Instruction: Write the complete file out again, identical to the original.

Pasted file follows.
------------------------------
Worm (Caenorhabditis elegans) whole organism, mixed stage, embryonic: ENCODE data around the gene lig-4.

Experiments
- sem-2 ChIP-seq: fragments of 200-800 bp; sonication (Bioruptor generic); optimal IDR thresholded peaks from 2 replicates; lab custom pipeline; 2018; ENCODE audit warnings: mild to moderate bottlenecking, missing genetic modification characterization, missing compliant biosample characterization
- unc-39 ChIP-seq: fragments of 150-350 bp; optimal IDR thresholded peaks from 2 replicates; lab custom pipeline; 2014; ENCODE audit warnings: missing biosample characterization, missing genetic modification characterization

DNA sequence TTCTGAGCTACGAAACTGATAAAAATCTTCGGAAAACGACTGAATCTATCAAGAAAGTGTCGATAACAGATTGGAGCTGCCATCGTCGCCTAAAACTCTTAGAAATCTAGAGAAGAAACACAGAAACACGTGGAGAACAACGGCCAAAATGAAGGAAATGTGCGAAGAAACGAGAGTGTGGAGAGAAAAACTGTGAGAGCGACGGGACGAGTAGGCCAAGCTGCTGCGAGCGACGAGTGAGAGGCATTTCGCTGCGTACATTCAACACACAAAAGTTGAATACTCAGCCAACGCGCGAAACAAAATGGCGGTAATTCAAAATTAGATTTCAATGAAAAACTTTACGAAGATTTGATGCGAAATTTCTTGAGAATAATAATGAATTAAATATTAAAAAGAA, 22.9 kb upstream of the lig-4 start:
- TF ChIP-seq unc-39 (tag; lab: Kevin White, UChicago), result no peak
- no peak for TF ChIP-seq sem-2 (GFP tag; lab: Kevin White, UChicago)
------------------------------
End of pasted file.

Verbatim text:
Worm (Caenorhabditis elegans) whole organism, mixed stage, embryonic: ENCODE data around the gene lig-4.

Experiments
- sem-2 ChIP-seq: fragments of 200-800 bp; sonication (Bioruptor generic); optimal IDR thresholded peaks from 2 replicates; lab custom pipeline; 2018; ENCODE audit warnings: mild to moderate bottlenecking, missing genetic modification characterization, missing compliant biosample characterization
- unc-39 ChIP-seq: fragments of 150-350 bp; optimal IDR thresholded peaks from 2 replicates; lab custom pipeline; 2014; ENCODE audit warnings: missing biosample characterization, missing genetic modification characterization

DNA sequence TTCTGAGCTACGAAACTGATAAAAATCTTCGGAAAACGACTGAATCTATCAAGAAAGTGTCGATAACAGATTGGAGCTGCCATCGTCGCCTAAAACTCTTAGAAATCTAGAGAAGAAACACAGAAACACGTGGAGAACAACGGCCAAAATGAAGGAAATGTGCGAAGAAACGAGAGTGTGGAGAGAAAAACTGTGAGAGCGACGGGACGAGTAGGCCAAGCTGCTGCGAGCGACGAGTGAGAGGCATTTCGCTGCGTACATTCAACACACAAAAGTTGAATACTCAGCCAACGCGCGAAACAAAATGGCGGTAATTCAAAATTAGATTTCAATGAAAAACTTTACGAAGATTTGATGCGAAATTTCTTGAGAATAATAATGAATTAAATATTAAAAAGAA, 22.9 kb upstream of the lig-4 start:
- TF ChIP-seq unc-39 (tag; lab: Kevin White, UChicago), result no peak
- no peak for TF ChIP-seq sem-2 (GFP tag; lab: Kevin White, UChicago)